Category Archives: Vegetable sides

Hygge, hunkering…call it what you will

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I’m treating Sunday nights with kid gloves at the moment; something about the transition to Monday isn’t sitting easily. But luckily  I know what the antidote is: extreme cosiness, and the right food. Last night we had my current signature dish (by which I mean I’m cooking it two or three times a week due to not being able to remember what else to cook or eat, mainly because this is so good). I’m calling it, ‘Roasted ratatouille’, but it’s not mine at all: I nicked off Em, who got it from Rachel Roddy. I then bought Rachel Roddy’s book, Five Quarters, purely on the strength of how delicious the ratatouille is. The book is gorgeous, but I can’t find the ratatouille anywhere in it, so this is a handed-down, word-of-mouth version of the original (which has potatoes in, by the way. And I’d have ’em too if I could – but don’t in any way feel the lack of them). Anyway, props to R. Roddy for the idea. The first time I cooked it I questioned the 90 minute cooking time (are there any nutrition left in those veg? Possibly not…) and also the amount of oil. But I went with it and By Gum it’s seriously good; the veg sort of caramelise and come together with sweet intensity. Last night we had it with roast chicken. But the other day I just had a big bowl of it with grated cheese (if I could have been fagged, a zesty salad would have been a good aside). But however way you have it, it’s got hygge written all over it and it seriously took the edge off our Sunday evening. See? Food helps!

Roasted ratatouille

4 courgettes

2-3 red onions

8 large tomatoes

few cloves of garlic thickly chopped

100 ml olive oil

100ml water

Heat the oven to 190 degrees. Cut the courgettes into discs slightly thicker than a pound coin. Peel the onions, cut in half and then cut each half into four quarters. Core the tomatoes and chop into quarters with the garlic. Put into a baking tray (I prefer to use glass because I think it cooks more nicely in a way I cannot explain scientifically) and gently toss in the oil. Salt and pepper and then pour the water into one corner of the tray (rather than all over the vegetables) so it resides at the bottom. Check and gently turn every 20 minutes or so. After 90 minutes it should all have cooked down and resemble a sort of caramelised  tray bake, at which point it is ready. Hurrah!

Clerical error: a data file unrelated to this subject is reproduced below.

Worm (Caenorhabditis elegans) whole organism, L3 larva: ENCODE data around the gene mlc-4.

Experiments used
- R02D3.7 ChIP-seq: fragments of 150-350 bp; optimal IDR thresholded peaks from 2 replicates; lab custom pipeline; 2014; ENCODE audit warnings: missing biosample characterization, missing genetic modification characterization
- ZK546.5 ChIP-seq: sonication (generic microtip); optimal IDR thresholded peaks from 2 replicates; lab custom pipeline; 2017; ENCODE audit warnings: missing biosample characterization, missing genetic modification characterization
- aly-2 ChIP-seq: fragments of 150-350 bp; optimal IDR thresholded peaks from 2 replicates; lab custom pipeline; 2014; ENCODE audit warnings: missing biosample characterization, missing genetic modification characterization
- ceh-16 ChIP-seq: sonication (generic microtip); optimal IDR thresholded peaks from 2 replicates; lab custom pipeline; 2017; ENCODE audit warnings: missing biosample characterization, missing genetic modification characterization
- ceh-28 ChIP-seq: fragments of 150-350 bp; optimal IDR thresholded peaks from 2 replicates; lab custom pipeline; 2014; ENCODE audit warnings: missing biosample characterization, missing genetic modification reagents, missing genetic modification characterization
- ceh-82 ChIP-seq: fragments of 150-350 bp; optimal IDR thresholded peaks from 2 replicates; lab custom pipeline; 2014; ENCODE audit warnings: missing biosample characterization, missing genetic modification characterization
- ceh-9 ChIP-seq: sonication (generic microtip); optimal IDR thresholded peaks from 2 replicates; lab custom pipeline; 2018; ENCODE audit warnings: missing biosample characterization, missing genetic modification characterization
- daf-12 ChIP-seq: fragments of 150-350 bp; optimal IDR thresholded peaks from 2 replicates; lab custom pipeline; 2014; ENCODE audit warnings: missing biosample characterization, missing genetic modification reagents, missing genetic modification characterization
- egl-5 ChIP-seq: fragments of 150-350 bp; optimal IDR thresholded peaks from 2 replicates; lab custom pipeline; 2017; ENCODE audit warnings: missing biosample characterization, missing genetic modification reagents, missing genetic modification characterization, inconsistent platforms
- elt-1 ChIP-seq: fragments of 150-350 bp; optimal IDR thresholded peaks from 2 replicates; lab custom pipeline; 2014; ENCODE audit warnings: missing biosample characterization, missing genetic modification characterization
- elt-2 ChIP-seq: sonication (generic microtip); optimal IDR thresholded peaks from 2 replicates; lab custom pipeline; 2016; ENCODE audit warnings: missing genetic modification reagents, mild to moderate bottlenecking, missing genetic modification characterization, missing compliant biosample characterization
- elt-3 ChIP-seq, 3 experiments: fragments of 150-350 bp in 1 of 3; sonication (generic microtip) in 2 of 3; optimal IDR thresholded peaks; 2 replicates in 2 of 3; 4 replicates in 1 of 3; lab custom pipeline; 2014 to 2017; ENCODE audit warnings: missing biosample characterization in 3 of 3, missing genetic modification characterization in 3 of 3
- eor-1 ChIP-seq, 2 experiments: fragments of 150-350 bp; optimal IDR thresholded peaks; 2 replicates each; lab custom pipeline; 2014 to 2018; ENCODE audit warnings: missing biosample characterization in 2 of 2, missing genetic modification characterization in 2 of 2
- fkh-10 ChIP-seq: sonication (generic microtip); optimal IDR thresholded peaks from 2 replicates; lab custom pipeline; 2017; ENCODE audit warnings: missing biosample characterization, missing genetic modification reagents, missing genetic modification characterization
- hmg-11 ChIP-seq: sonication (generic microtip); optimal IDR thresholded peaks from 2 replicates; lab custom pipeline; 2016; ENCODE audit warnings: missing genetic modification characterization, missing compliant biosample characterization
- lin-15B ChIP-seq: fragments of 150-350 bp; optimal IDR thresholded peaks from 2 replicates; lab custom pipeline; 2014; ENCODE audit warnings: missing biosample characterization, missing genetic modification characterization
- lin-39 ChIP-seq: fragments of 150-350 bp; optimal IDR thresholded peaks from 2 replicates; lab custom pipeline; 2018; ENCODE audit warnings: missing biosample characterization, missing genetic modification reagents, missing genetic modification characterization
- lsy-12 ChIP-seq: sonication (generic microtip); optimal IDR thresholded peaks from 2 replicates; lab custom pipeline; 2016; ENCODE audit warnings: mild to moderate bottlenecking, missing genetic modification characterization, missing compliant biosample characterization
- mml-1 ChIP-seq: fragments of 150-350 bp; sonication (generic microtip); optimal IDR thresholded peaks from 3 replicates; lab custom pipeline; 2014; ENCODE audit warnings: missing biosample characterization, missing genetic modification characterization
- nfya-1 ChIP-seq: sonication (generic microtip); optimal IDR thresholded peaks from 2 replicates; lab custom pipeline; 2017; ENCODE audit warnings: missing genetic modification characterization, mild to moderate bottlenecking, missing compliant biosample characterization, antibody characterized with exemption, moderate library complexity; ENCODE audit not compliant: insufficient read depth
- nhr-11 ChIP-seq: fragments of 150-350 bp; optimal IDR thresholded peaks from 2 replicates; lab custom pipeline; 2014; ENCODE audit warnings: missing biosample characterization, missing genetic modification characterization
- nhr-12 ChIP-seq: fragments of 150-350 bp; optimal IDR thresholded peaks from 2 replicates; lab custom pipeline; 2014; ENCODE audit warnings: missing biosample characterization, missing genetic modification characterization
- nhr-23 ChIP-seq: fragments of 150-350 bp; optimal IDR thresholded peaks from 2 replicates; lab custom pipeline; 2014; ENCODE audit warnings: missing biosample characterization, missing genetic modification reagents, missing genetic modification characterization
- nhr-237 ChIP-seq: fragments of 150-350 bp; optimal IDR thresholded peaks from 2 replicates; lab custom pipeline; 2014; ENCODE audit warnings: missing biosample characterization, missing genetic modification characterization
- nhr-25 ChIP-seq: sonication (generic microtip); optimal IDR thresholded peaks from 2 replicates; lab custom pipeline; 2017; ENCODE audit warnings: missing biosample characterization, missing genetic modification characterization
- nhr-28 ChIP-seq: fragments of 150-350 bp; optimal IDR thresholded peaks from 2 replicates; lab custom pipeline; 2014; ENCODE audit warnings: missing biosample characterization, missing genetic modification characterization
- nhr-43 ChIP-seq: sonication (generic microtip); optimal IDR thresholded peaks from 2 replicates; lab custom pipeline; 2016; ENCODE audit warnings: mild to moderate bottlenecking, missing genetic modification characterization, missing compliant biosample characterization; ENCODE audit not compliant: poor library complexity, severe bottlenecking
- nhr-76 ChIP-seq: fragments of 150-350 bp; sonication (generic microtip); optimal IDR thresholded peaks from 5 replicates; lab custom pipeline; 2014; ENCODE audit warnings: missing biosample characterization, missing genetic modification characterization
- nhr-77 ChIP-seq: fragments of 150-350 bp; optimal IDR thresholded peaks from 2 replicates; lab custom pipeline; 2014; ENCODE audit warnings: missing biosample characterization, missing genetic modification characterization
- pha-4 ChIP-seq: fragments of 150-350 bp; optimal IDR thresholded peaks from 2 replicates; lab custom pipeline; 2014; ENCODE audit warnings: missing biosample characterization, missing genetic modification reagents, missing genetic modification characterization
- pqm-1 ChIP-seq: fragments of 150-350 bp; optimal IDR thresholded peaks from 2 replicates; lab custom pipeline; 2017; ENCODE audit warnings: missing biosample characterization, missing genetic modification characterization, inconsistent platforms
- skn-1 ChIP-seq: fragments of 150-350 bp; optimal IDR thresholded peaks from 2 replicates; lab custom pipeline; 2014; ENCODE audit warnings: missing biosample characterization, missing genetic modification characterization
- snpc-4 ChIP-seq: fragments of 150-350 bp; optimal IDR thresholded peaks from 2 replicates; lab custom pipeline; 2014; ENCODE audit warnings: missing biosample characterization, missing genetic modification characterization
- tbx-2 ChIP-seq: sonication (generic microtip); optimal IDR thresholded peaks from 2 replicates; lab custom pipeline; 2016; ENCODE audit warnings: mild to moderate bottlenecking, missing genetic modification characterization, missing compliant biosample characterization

So what’s the alternative to chips?

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If you have ever tried to give up carbs, or even just tried to eat fewer of them then I don’t need to tell you how hard it is to feel full – and how easy it is to feel deprived.

Now I am seven years into my own carb-free journey, I am much less deranged with deprivation than I was for the first year during which I would – literally – go to bed dreaming about bread, cake and crisps. But there is no denying the fact that sometimes all the green veg in the world, delicious as they may be, just don’t quite cut the mustard on the fullness front.

And, since the secret to being happy on a carb-free diet is to find ways not to feel deprived, these three dishes are total stalwarts on my weekly menu, being that holy trinity of easy, delicious – and satisfying.

They each involve quite large and unwieldy vegetables though, so these are three recipes where it really pays to have a robust and sharp knife and, in the case of the cauliflower rice, a food processor. Having said that, I have made it with a grater, and it’s fine – just a bit more work. The other thing to mention about cauliflower rice is that when I first made it, I used to microwave it, which totally does the trick. But roasting it, with a bit of oil, both brings out the flavour and dries it out too, which is a good thing when you are eating it with curry or something else a little bit saucy that needs mopping up.

The faff of both the celeriac and the squash is mainly in the preparation. You really do need a decent peeler but once you have one – I use the sharp peeler from Lakeland which is under a fiver but honestly the best peeler I have ever used – you will make short work of even the toughest and rootiest veg. And the faff-factor is so worth it for the resulting crispy gorgeousness, which is so good it can even eclipse actual chips!

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Cauliflower rice

1 medium sized cauliflower

½ fresh chilli, seeds removed and finely chopped

handful chopped coriander

ground nut oil

Preheat the oven to 200C. Remove the outer leaves from the cauliflower, cut it into quarters and remove most of the thick core, then cut each quarter into two or three chunks. To avoid overloading the blender, blitz it in two or three batches, for 30 seconds or so, until the cauliflower resembles fine rice. If you are grating, use the coarse side of the grater.